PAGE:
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One Family’s Example of Bold Resolve and the Message It Sends

November 11, 2022

Life, as we are painfully aware, is a cascade of ‘I-would-rather-not-be-here’ moments. Stress-inducing layers of dread overspreading dread. Everything from the spectacle of dealing with a car salesperson pushing to make a sale so they can meet their monthly quota to waiting for test results from the doctor. Waiting to see if you made it into the college of your dreams.

Death is also baked in to the narrative. As much as we want to candy coat its reality, it effortlessly skulks around every beating heart on the planet, pouncing when we’re at our most vulnerable, as money-grubbing morticians circle their prey. Wasn’t it Woody Allen who famously said that it wasn’t that he feared death – he just didn’t want to be there when it happens.

When my parents died, their funerals cost around $11,000 apiece. The funeral guy took us back into the ‘showroom’ displayed with caskets with different price tags. “This one,” he announced, pointing to the gleaming Cadillac of containers, “is durable enough to keep the elements out.” They’re probably cruising through the underground, daring water and worms to ruin their day.

For all the reasons that drive human nature, consumers continue to funnel their hard-earned dollars into a time-honored, $20 billion industry. But ask warm, plain-spoken John Bourquin about it, and he doesn’t mince his words. “It’s a racket.”

When God commanded “that’s a wrap!” and called Janice Marie, his beloved wife of 44 years to her reward, John, 70, was a deacon and fixture at St. Luke Orthodox Church in the Denver area. The retired hospital medical technician knew his cue. His lines in life’s final act were memorized.

Janice fought a fierce battle against cancer. Her final days were spent in hospice care at home in Thornton. Drawing on the family’s devout Christian roots, she agreed to dispense with the costly extravagances and be buried in a simple wooden box that her husband would build.

“A month before she passed,” and with her approval, he bought boards from Home Depot or Lowe’s, gently laying them on the floor of their garage.

In the early stages of the project, Bourquin noted, “I didn’t know what I was doing.” When his eldest son took a look at his progress, he asked his dad if he was going to paint or varnish it. His father said no, explaining it was “basically a plain pine box. There’s no sense in it.”

When his wife passed at age 64, the next steps the family took were enough to frighten the funeral industry…to death. “There were no chemicals,” he said. “We just used dry ice to keep the body cool.”

From the house, where friends and family would gather to provide emotional and spiritual support, her body was taken to the church and then to the cemetery. The bill for all services rendered amounted to under $3,000. Under the law, “you have to be buried in a vault,” Bourquin said, the disgust heavy in his tone. “One of the excuses they use is if you don’t, it can cause groundwater contamination, which is bull.”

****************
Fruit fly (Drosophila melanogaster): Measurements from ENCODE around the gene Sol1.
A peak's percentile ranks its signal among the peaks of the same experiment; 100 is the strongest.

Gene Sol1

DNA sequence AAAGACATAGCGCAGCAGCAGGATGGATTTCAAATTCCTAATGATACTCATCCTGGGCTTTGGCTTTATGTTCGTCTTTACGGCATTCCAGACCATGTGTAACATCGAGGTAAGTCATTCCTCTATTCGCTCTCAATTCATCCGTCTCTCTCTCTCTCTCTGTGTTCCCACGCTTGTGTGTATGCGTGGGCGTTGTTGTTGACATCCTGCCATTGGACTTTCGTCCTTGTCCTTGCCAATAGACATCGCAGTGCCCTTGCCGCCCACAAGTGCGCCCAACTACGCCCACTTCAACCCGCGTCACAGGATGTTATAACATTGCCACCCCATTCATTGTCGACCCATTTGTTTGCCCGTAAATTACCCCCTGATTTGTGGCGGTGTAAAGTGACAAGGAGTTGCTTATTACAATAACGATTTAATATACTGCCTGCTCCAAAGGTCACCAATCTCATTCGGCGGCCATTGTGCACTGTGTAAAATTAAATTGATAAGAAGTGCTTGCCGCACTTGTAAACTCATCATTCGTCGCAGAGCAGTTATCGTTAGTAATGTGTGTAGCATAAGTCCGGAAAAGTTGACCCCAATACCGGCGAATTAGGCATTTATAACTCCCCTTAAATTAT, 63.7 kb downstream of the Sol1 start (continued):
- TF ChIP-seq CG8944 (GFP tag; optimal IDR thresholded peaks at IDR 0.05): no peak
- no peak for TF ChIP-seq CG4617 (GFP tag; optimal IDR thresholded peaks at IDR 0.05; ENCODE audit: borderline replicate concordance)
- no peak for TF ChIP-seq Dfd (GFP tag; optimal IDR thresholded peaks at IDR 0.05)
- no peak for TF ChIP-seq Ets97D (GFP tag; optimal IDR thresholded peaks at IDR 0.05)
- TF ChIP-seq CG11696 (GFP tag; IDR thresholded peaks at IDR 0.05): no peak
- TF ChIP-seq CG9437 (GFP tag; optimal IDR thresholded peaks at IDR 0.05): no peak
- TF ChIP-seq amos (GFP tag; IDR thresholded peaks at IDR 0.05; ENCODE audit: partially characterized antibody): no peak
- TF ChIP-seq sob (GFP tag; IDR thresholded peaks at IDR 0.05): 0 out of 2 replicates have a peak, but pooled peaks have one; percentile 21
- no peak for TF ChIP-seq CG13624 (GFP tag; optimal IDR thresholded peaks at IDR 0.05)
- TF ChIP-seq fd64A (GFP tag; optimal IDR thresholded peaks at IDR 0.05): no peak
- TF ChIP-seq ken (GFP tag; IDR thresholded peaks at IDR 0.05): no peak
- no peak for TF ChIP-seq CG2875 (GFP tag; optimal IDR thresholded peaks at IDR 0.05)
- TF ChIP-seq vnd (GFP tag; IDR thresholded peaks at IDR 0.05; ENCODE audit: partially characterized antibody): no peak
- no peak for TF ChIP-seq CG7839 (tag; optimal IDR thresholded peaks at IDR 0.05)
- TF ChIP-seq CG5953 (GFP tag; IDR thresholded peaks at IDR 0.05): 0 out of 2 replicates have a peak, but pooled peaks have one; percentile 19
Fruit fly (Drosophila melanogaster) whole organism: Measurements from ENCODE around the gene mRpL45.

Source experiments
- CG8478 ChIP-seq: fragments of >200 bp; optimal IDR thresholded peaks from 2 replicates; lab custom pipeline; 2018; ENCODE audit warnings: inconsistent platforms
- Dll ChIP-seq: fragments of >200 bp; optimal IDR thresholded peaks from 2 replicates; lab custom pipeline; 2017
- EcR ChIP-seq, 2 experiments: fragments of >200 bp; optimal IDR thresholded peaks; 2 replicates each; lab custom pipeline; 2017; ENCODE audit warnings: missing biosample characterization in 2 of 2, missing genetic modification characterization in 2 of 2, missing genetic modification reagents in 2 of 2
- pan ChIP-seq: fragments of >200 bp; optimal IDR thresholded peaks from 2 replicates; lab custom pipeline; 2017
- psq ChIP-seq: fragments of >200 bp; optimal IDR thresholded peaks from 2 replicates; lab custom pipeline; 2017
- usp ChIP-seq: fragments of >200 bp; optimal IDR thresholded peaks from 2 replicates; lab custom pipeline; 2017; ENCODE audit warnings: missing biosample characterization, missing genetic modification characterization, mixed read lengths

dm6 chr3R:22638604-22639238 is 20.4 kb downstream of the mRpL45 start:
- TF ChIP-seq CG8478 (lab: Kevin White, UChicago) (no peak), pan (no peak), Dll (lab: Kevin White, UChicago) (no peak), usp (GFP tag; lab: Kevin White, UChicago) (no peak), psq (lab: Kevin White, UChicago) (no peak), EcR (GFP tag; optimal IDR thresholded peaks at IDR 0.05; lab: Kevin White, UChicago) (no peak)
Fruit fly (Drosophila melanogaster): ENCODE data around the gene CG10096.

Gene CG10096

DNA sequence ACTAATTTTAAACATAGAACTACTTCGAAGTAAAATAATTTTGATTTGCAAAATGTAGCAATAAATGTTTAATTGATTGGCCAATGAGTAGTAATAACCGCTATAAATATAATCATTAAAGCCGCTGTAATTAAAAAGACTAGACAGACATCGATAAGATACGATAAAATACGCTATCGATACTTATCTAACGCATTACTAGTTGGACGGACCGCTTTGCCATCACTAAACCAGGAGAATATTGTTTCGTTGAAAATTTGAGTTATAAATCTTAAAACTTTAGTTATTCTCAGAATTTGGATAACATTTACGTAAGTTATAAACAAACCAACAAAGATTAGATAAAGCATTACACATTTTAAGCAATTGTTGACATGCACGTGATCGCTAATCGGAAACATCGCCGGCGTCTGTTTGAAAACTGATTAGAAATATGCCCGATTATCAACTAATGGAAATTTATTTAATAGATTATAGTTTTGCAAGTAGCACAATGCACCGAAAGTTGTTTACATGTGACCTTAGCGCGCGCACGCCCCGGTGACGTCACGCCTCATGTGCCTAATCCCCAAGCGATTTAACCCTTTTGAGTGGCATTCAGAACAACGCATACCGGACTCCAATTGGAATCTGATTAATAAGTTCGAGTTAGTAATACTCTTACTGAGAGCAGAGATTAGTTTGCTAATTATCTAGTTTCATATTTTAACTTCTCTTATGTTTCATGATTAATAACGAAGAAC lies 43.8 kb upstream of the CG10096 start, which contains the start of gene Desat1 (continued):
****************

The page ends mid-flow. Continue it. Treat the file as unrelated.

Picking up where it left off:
“We’re so shielded” from the subject of death, observed Father Stephan Close, a priest at St. Luke. In earlier generations, it was common for the body of a loved one to be displayed in the front parlor of a house. “People would come by, pay their respects, until the deceased was buried in a nearby church cemetery. It brought closure.”

The subject revolving around end-of-days is more of a riddle than ever. “Parents don’t want to shock their children or horrify them,” Father Stephan asserted. But withholding information about such a delicate matter is also meant to spare parents from having to confront their own feelings.

In his church office, visitors may find it hard to bury their thoughts – no pun meant – but maybe it’s because of what they spy as they walk in. Father Stephan, a former Air Force chaplain, described the casket he keeps there as “a very plain wooden box, six-and-a-half feet tall and a couple feet deep with railings and a lid with a cross. It’s not creepy looking, not sinister.”

The Bourquin-made container, he explained, is there for anyone who needs one. And if enough times elapses without a taker, “it may end up being mine!”

The priest doesn’t dismiss as weak those who struggle with faith. “It’s OK to have doubt,” he said. “It’s not OK to put your trust in your doubts.”

Meanwhile, Bourquin pointed with pride to the dozen or so caskets he’s built. While he charges a reasonable $500 for each one, it’s not about the money, he said. And if for some reason he doesn’t get paid he says, “I don’t make a big deal of it.” Because that’s not the point. Before the chest is used on a one and done basis, he signed off with a piece of advice, a golden nugget served with passion, humility, and reverence: “Don’t let people die in the hospital alone. Go and be there.”

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